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Malta takes a vote: should our Police Force be able to sport tattoos and beards?

The official Facebook page of the Malta Police Force asked social media users their opinion on whether officers should be allowed to ‘sport tattoos and facial hair’.

Just as comments and votes started flooding in, the poll was removed after about 15 minutes.

However, in its short time on social media, it garnered an impressive 600 votes, with about 82% voting ‘yes they should be allowed’ and 18% saying they shouldn’t.

The ban on police recruits bearing any visible tattoos was first introduced in 2012 and still applies today.

According to eligibility requirements, recruits ‘having heavy visible tattoos/body piercings will not be considered’; this means that recruits with tattoos on their legs, arms, wrists or neck are not allowed to join the police force.

Recruits ‘having other tattoos’ are considered on a case-by-case basis. At the time of the introduction of the ban, an online poll found that 66% were against having police officers with visible tattoos.

The law doesn’t just apply to Malta; new recruits to the police force in the UK must provide pictures of all tattoos on their body, whether visible or not.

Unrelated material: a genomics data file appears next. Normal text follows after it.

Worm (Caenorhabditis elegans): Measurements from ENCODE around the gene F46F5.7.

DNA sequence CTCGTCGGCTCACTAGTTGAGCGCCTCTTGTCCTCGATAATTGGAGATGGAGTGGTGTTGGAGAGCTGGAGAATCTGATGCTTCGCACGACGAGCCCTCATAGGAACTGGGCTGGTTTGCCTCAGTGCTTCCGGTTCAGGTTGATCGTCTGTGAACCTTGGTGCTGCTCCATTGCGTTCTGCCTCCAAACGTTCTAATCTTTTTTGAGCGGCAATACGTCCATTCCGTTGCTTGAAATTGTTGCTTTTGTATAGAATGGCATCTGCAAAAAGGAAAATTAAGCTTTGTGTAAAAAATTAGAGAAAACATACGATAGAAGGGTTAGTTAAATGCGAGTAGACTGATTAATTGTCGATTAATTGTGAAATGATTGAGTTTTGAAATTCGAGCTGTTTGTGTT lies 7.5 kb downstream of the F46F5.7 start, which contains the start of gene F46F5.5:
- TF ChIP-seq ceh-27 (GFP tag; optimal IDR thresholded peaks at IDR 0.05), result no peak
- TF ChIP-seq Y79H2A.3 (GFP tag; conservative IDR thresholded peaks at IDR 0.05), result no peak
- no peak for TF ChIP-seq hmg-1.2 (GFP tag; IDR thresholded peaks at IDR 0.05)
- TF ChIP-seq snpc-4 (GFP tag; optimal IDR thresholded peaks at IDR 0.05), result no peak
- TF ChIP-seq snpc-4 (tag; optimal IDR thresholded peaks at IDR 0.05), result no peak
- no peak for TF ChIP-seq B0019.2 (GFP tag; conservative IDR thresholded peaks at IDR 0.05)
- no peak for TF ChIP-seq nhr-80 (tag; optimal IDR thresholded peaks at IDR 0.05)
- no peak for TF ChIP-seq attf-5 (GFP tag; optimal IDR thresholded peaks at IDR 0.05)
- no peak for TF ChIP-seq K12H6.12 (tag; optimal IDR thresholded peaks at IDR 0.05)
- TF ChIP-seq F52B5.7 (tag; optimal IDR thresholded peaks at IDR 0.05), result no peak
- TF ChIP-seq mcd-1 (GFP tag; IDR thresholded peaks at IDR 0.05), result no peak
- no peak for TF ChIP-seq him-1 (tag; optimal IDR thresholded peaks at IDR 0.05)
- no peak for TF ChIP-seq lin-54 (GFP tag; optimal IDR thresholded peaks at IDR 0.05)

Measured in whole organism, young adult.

However, amidst controversy and debate, the metropolitan police service in the UK has recently reversed a decision to ban officers from having their tattoos on show whilst on duty.

In its short stint on Facebook, comments about the poll were mostly in agreement that police officers should be allowed to have visible tattoos and facial hair; some pointed out that this will not impede with their duties in any way, whilst others argued that this law is simply outdated and needs to be changed.

However, other comments on the post, albeit fewer, disagreed with officers having visible tattoos and facial hair, insisting that a police officer with tattoos might not be taken seriously enough.

Let us know what you think about this in the comments.